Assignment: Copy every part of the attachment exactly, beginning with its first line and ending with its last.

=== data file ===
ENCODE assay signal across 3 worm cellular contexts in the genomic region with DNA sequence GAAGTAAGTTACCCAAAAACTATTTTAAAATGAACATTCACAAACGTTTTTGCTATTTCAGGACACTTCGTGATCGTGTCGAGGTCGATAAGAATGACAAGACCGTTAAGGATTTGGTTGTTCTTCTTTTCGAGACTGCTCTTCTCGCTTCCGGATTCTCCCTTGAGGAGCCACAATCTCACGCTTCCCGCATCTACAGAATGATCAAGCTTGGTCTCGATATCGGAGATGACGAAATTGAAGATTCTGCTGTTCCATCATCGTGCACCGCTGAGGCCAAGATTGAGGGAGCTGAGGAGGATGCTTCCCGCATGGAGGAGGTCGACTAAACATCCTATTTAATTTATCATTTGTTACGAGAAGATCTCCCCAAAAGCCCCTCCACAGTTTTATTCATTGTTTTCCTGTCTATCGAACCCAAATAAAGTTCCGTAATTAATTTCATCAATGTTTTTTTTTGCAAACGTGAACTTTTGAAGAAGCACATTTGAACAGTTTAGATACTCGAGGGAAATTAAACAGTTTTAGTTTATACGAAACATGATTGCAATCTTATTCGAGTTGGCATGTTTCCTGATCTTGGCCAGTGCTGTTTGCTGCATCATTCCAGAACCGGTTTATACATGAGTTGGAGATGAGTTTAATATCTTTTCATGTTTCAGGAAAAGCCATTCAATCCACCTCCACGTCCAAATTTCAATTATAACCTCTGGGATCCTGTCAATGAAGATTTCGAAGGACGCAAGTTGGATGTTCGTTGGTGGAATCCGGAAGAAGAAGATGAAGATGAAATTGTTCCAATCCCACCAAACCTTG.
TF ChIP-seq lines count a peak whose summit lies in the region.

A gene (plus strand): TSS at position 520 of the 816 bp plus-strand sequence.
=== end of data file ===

ENCODE assay signal across 3 worm cellular contexts in the genomic region with DNA sequence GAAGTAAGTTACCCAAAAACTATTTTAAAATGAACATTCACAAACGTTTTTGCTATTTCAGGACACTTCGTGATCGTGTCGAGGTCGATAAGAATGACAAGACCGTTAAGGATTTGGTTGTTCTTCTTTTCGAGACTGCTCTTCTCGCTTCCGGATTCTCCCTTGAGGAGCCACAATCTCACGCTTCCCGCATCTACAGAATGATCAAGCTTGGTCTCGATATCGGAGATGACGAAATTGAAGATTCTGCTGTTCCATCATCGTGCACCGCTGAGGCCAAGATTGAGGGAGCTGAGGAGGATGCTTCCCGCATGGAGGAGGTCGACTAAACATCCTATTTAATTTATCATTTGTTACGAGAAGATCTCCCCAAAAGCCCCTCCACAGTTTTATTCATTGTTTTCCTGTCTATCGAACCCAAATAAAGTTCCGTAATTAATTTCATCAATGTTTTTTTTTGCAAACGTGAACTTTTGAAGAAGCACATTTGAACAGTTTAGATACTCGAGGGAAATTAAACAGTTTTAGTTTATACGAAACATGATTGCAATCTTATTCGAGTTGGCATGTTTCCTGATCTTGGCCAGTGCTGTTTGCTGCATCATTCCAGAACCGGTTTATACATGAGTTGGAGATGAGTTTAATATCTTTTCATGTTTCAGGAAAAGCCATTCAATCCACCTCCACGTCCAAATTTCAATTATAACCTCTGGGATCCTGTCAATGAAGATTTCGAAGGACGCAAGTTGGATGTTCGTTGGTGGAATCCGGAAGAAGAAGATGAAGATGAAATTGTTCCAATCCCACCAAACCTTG.
TF ChIP-seq lines count a peak whose summit lies in the region.

A gene (plus strand): TSS at position 520 of the 816 bp plus-strand sequence.